Civil RICO Lawsuit Alleges Contractor Embezzled Nearly $600,000 In Vermont Project
According to a report from VTDigger, a contractor has been accused of embezzlement of more than $600,000 from a non-profit organization in a civil RICO lawsuit filed in a state court in Vermont. The plaintiff ValleyNet—a nonprofit that operates the internet provider “ECFiber”—alleges that a contractor named John Van Vught diverted funds before disappearing. Here, our Miami RICO claims attorney discusses the case and the standard of liability in civil racketeering claims.
Allegations: Accountant Diverted Funds Over Course of Nearly a Decade
The legal complaint filed in a Vermont State Court alleges that John Van Vught worked on a contract as an accountant for ValleyNet from 2013 to 2022. The lawsuit contends that Mr. Van Vught embezzled more than $593,000 over the course of that period—gradually transferring funds from the nonprofit organization’s bank account to his own personal bank account. The civil lawsuit alleges a number of different causes of action, including embezzlement, breach of fiduciary duty, and a civil RICO violation. VTDigger reports that the defendant cannot be located. It is a pending civil matter and no wrongdoing on the part of any party has been established at this time.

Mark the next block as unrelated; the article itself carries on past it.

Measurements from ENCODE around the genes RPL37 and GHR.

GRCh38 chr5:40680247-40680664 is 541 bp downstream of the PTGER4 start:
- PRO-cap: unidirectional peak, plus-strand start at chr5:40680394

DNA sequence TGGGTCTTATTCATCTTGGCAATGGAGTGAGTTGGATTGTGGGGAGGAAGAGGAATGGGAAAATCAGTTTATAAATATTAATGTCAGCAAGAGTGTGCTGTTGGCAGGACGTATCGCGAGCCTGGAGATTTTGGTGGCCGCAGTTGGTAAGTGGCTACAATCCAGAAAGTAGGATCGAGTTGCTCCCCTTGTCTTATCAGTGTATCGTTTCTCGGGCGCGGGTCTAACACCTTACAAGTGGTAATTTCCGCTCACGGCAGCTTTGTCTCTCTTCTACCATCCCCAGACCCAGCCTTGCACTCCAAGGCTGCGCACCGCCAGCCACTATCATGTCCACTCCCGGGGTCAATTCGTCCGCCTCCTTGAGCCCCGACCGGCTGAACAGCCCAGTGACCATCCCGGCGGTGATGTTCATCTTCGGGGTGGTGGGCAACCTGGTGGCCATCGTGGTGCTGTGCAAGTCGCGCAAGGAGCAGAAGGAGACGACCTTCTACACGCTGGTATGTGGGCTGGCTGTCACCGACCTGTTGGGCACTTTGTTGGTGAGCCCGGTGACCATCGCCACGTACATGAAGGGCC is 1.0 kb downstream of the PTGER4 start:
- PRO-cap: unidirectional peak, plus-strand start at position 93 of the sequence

Proving Civil RICO Liability Requires Establishing a Pattern of Racketeering Activity
There is a lot at stake in a civil racketeering lawsuit. A civil RICO claim can be a very powerful remedy for a plaintiff who has been defrauded. Through a successful civil racketeering lawsuit, a plaintiff can sue for three times the value of their actual damages. For example, if a company sustained $600,000 losses through racketeering by an embezzling contractor—as is allegedly the case here—it could seek $1.8 million in financial relief through a civil RICO lawsuit.
However, proving liability in a civil RICO claim is not easy. Both federal courts and state courts throughout the country have consistently ruled that a RICO violation is a high bar to meet. There are specific elements. A plaintiff must prove losses caused by a pattern of racketeering activity as part of a formal or informal enterprise. This can be an issue in cases in which one individual is accused of orchestrating misconduct. Though, it is not an impossible burden in these cases. Courts have found that it is possible for an individual to form an “enterprise” with companies or organizations that they own and control. Even if a RICO violation cannot be established, a party that suffered damages can still bring other civil claims, including for things like fraud or breach of fiduciary duty.
Speak to Our Civil RICO Attorney in Southeastern Florida
At Pike & Lustig, LLP, we have the legal skill to advocate for both plaintiffs and defendants in civil racketeering claims. If you have any specific questions about your rights or your options, we are here to provide legal guidance. Contact us now for a private case review. With legal office locations in Miami, West Palm Beach, and Wellington, we represent clients across the region.